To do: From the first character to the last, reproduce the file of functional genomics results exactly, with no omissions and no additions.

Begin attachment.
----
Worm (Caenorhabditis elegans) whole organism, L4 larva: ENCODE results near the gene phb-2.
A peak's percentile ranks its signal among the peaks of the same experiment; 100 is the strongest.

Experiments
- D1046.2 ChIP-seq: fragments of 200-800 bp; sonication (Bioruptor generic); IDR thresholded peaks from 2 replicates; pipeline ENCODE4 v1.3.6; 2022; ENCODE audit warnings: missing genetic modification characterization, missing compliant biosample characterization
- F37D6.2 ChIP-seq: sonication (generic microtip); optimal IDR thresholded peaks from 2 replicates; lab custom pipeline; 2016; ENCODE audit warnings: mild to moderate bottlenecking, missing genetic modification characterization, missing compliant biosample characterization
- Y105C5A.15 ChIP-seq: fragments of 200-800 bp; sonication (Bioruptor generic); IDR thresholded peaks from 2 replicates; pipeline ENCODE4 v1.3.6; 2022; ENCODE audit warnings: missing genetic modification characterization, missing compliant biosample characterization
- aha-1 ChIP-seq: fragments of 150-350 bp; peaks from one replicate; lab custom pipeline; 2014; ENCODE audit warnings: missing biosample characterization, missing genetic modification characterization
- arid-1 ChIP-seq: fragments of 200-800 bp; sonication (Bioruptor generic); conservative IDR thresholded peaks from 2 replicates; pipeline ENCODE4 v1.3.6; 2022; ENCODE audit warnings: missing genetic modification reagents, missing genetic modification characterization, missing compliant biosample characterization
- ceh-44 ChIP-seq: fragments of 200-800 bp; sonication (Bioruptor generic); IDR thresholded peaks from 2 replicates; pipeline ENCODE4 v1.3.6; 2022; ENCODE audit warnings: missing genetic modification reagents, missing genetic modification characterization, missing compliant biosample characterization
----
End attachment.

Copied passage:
Worm (Caenorhabditis elegans) whole organism, L4 larva: ENCODE results near the gene phb-2.
A peak's percentile ranks its signal among the peaks of the same experiment; 100 is the strongest.

Experiments
- D1046.2 ChIP-seq: fragments of 200-800 bp; sonication (Bioruptor generic); IDR thresholded peaks from 2 replicates; pipeline ENCODE4 v1.3.6; 2022; ENCODE audit warnings: missing genetic modification characterization, missing compliant biosample characterization
- F37D6.2 ChIP-seq: sonication (generic microtip); optimal IDR thresholded peaks from 2 replicates; lab custom pipeline; 2016; ENCODE audit warnings: mild to moderate bottlenecking, missing genetic modification characterization, missing compliant biosample characterization
- Y105C5A.15 ChIP-seq: fragments of 200-800 bp; sonication (Bioruptor generic); IDR thresholded peaks from 2 replicates; pipeline ENCODE4 v1.3.6; 2022; ENCODE audit warnings: missing genetic modification characterization, missing compliant biosample characterization
- aha-1 ChIP-seq: fragments of 150-350 bp; peaks from one replicate; lab custom pipeline; 2014; ENCODE audit warnings: missing biosample characterization, missing genetic modification characterization
- arid-1 ChIP-seq: fragments of 200-800 bp; sonication (Bioruptor generic); conservative IDR thresholded peaks from 2 replicates; pipeline ENCODE4 v1.3.6; 2022; ENCODE audit warnings: missing genetic modification reagents, missing genetic modification characterization, missing compliant biosample characterization
- ceh-44 ChIP-seq: fragments of 200-800 bp; sonication (Bioruptor generic); IDR thresholded peaks from 2 replicates; pipeline ENCODE4 v1.3.6; 2022; ENCODE audit warnings: missing genetic modification reagents, missing genetic modification characterization, missing compliant biosample characterization